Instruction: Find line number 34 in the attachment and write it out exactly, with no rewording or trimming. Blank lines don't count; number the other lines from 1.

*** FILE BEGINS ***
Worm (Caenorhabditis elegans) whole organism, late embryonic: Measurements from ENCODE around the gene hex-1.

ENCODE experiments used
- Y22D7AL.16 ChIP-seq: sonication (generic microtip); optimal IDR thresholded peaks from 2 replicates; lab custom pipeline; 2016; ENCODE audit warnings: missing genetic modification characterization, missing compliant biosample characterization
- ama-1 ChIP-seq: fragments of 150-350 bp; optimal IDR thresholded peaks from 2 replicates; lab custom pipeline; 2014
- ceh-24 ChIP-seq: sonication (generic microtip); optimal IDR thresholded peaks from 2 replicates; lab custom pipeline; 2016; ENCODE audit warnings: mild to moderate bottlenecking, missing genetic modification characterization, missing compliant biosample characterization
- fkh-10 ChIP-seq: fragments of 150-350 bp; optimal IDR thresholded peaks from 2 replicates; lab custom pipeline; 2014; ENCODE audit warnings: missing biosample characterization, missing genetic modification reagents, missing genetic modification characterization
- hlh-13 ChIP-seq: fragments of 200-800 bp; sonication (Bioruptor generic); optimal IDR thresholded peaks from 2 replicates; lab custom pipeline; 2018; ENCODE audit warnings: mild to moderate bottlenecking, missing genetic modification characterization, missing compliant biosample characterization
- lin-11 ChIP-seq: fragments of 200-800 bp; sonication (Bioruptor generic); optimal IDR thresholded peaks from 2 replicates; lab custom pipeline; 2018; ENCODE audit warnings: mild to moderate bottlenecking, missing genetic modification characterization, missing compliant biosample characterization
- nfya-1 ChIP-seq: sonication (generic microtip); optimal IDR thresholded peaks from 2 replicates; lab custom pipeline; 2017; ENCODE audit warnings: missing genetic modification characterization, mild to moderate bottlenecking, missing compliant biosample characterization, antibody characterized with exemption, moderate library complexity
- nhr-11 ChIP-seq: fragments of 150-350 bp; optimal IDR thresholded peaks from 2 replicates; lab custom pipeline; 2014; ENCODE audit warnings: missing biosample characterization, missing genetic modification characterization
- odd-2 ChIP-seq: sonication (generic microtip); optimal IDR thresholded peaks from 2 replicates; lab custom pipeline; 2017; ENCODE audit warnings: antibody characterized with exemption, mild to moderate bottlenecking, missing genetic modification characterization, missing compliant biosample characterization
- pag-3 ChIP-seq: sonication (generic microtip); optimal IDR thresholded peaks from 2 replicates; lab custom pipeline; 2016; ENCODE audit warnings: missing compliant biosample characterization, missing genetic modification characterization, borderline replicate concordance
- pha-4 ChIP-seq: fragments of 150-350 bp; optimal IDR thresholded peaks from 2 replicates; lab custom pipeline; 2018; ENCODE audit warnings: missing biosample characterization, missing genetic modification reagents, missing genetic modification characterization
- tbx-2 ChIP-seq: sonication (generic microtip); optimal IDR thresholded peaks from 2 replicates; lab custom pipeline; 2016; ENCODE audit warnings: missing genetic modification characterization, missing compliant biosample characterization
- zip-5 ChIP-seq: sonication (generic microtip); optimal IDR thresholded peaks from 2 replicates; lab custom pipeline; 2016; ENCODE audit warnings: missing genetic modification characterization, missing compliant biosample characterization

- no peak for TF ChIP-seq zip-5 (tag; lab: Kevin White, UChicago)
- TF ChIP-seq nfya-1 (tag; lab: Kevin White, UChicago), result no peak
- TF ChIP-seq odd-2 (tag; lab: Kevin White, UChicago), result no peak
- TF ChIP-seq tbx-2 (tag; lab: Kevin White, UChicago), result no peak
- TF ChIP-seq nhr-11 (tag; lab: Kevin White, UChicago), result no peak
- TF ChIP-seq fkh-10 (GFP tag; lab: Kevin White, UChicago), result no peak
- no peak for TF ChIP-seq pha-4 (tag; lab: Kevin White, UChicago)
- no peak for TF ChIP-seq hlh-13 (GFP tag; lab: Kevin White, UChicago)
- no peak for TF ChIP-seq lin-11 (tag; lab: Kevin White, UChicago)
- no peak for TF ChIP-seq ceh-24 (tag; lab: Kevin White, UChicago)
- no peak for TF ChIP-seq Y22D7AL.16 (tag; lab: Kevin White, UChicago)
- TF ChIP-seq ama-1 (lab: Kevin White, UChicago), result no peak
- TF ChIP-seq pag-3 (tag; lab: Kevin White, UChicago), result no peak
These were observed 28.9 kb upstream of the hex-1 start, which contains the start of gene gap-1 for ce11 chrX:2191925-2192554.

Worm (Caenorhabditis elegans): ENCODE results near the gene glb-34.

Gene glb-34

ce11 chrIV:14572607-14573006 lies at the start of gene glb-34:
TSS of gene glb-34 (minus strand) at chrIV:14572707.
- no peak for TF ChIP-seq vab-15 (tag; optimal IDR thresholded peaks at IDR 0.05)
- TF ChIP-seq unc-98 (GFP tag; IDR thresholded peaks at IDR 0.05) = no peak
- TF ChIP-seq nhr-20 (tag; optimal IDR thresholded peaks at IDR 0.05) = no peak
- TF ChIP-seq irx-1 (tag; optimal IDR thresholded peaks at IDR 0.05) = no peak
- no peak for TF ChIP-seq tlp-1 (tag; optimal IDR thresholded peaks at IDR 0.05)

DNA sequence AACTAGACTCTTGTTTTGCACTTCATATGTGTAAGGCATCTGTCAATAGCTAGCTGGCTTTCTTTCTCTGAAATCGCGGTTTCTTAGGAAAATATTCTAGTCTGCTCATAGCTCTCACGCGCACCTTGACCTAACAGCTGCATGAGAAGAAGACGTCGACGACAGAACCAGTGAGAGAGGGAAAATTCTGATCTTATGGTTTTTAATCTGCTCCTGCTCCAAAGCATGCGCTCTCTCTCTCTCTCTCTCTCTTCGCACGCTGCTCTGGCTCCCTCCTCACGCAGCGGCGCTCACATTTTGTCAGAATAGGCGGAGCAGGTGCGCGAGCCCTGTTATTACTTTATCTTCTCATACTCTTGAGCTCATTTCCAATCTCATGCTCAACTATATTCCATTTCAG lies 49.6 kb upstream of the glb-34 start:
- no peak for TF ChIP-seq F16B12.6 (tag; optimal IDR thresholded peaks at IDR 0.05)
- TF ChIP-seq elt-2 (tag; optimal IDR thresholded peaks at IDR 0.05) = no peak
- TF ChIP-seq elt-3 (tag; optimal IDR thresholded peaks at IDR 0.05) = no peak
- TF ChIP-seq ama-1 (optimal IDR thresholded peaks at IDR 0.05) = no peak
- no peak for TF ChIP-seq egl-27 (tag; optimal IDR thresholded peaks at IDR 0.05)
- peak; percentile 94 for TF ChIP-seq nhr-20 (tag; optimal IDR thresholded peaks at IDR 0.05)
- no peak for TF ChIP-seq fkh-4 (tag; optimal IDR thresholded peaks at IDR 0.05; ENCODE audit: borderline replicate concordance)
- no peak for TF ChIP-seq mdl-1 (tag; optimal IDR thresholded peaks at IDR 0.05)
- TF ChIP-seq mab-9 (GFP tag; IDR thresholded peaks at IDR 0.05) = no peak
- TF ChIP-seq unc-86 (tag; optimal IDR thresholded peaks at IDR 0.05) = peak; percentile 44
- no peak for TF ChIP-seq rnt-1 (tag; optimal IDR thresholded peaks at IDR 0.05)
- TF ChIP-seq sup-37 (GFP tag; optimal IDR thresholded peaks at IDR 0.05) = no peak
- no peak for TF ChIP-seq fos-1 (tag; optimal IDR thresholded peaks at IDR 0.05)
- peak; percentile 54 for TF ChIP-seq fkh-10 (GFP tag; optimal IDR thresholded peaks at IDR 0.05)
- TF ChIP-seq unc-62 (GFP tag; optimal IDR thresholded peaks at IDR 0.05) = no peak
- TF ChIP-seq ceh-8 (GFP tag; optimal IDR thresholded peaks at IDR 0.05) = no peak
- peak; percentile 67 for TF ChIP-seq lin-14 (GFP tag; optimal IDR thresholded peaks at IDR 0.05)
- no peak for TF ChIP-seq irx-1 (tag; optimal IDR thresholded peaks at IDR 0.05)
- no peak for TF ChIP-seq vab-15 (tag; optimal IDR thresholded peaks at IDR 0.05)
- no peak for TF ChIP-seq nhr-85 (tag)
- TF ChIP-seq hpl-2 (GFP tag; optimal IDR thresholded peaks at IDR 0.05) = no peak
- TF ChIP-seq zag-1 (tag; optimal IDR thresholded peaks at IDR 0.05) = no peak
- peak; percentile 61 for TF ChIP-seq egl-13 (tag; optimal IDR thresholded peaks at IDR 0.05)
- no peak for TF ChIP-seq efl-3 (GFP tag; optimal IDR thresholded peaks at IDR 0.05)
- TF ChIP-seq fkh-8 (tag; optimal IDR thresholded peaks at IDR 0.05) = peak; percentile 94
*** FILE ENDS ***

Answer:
- no peak for TF ChIP-seq vab-15 (tag; optimal IDR thresholded peaks at IDR 0.05)